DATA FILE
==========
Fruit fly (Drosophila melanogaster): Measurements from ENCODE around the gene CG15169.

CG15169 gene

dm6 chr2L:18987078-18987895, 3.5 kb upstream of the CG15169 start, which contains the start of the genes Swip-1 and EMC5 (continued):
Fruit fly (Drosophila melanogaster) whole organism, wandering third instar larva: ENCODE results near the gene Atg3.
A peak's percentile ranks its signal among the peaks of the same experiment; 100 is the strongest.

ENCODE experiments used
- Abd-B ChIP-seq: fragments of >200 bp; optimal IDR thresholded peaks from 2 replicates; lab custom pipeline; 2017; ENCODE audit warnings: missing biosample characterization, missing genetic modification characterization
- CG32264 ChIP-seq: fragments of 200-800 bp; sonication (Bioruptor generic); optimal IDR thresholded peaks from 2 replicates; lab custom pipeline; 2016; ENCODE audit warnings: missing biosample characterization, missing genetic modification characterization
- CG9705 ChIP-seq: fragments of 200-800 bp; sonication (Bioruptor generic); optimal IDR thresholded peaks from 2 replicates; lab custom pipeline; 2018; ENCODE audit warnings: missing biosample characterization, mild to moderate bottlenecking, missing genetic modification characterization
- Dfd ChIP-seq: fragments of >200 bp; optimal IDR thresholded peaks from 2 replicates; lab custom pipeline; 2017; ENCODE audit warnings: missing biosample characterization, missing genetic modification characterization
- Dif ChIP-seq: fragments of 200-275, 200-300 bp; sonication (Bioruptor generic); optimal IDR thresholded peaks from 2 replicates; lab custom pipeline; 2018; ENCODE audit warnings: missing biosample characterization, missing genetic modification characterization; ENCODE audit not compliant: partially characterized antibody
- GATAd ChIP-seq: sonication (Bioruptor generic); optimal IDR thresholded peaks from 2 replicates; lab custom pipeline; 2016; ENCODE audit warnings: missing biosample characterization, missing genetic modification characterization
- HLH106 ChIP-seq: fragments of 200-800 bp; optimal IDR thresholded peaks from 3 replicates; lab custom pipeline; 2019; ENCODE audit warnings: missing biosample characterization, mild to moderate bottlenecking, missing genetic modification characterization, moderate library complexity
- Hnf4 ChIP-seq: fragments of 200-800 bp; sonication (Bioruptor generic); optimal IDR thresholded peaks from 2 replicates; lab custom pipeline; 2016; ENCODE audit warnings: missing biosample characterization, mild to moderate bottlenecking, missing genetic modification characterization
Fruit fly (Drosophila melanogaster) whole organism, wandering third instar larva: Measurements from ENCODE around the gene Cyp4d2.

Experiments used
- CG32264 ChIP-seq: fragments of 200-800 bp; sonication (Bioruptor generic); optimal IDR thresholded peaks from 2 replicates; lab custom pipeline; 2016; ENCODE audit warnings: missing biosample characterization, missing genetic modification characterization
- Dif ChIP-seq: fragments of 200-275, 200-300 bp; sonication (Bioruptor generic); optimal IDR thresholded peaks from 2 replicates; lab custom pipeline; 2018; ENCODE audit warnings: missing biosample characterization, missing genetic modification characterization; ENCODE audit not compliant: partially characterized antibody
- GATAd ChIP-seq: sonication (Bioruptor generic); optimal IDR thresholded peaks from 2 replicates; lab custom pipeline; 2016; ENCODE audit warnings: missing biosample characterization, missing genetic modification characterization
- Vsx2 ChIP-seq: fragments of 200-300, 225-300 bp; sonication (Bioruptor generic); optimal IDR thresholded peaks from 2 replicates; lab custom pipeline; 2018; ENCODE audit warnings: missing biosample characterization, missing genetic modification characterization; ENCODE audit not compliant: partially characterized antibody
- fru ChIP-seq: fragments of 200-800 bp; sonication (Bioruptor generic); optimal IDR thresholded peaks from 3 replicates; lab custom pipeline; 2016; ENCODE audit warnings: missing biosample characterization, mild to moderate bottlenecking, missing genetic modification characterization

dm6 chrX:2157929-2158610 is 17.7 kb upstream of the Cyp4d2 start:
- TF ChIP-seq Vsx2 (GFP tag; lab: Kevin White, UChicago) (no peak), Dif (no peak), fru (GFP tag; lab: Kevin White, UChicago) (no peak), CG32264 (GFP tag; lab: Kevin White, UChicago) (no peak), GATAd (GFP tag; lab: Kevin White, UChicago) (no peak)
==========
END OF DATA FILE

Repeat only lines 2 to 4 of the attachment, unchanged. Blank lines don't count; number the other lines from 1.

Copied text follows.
CG15169 gene

dm6 chr2L:18987078-18987895, 3.5 kb upstream of the CG15169 start, which contains the start of the genes Swip-1 and EMC5 (continued):
Fruit fly (Drosophila melanogaster) whole organism, wandering third instar larva: ENCODE results near the gene Atg3.